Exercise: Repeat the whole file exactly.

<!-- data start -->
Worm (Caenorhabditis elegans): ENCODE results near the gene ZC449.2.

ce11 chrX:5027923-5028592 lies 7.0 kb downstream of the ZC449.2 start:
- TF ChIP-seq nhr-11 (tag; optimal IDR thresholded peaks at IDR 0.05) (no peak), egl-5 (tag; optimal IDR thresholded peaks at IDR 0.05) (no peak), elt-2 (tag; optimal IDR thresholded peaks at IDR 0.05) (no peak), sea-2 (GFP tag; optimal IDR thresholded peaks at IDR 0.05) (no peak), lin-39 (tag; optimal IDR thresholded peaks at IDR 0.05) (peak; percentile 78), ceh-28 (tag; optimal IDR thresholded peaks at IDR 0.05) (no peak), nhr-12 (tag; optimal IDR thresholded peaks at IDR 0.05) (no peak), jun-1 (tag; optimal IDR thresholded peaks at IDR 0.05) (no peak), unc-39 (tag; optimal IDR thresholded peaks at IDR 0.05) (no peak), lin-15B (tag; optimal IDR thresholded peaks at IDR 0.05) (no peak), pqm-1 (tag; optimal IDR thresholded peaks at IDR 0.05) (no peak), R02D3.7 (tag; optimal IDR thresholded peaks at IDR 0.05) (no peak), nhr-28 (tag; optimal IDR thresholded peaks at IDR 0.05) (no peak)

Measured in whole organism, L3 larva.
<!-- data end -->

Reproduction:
Worm (Caenorhabditis elegans): ENCODE results near the gene ZC449.2.

ce11 chrX:5027923-5028592 lies 7.0 kb downstream of the ZC449.2 start:
- TF ChIP-seq nhr-11 (tag; optimal IDR thresholded peaks at IDR 0.05) (no peak), egl-5 (tag; optimal IDR thresholded peaks at IDR 0.05) (no peak), elt-2 (tag; optimal IDR thresholded peaks at IDR 0.05) (no peak), sea-2 (GFP tag; optimal IDR thresholded peaks at IDR 0.05) (no peak), lin-39 (tag; optimal IDR thresholded peaks at IDR 0.05) (peak; percentile 78), ceh-28 (tag; optimal IDR thresholded peaks at IDR 0.05) (no peak), nhr-12 (tag; optimal IDR thresholded peaks at IDR 0.05) (no peak), jun-1 (tag; optimal IDR thresholded peaks at IDR 0.05) (no peak), unc-39 (tag; optimal IDR thresholded peaks at IDR 0.05) (no peak), lin-15B (tag; optimal IDR thresholded peaks at IDR 0.05) (no peak), pqm-1 (tag; optimal IDR thresholded peaks at IDR 0.05) (no peak), R02D3.7 (tag; optimal IDR thresholded peaks at IDR 0.05) (no peak), nhr-28 (tag; optimal IDR thresholded peaks at IDR 0.05) (no peak)

Measured in whole organism, L3 larva.